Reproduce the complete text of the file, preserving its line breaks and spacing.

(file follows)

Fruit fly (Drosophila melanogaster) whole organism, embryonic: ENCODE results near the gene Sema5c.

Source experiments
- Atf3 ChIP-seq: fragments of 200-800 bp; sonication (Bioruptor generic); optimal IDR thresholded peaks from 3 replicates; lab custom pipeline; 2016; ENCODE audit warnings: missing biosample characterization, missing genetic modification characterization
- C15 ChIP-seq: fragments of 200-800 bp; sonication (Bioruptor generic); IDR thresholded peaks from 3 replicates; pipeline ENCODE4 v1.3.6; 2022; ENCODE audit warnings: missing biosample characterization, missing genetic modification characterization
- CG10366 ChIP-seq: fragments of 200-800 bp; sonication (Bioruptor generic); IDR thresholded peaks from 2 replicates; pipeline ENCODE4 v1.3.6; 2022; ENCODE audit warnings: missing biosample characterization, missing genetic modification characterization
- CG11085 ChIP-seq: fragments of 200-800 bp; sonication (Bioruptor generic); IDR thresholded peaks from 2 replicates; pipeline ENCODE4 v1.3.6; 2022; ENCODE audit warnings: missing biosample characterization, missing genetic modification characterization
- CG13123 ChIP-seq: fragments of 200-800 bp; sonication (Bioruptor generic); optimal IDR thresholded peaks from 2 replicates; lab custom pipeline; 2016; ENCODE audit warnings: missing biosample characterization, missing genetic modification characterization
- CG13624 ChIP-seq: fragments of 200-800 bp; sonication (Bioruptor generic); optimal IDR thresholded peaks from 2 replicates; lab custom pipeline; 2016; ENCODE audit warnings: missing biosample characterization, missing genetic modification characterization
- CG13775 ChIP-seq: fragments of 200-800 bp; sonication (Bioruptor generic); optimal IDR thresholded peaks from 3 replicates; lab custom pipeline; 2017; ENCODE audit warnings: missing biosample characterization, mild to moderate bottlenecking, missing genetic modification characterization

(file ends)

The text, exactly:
Fruit fly (Drosophila melanogaster) whole organism, embryonic: ENCODE results near the gene Sema5c.

Source experiments
- Atf3 ChIP-seq: fragments of 200-800 bp; sonication (Bioruptor generic); optimal IDR thresholded peaks from 3 replicates; lab custom pipeline; 2016; ENCODE audit warnings: missing biosample characterization, missing genetic modification characterization
- C15 ChIP-seq: fragments of 200-800 bp; sonication (Bioruptor generic); IDR thresholded peaks from 3 replicates; pipeline ENCODE4 v1.3.6; 2022; ENCODE audit warnings: missing biosample characterization, missing genetic modification characterization
- CG10366 ChIP-seq: fragments of 200-800 bp; sonication (Bioruptor generic); IDR thresholded peaks from 2 replicates; pipeline ENCODE4 v1.3.6; 2022; ENCODE audit warnings: missing biosample characterization, missing genetic modification characterization
- CG11085 ChIP-seq: fragments of 200-800 bp; sonication (Bioruptor generic); IDR thresholded peaks from 2 replicates; pipeline ENCODE4 v1.3.6; 2022; ENCODE audit warnings: missing biosample characterization, missing genetic modification characterization
- CG13123 ChIP-seq: fragments of 200-800 bp; sonication (Bioruptor generic); optimal IDR thresholded peaks from 2 replicates; lab custom pipeline; 2016; ENCODE audit warnings: missing biosample characterization, missing genetic modification characterization
- CG13624 ChIP-seq: fragments of 200-800 bp; sonication (Bioruptor generic); optimal IDR thresholded peaks from 2 replicates; lab custom pipeline; 2016; ENCODE audit warnings: missing biosample characterization, missing genetic modification characterization
- CG13775 ChIP-seq: fragments of 200-800 bp; sonication (Bioruptor generic); optimal IDR thresholded peaks from 3 replicates; lab custom pipeline; 2017; ENCODE audit warnings: missing biosample characterization, mild to moderate bottlenecking, missing genetic modification characterization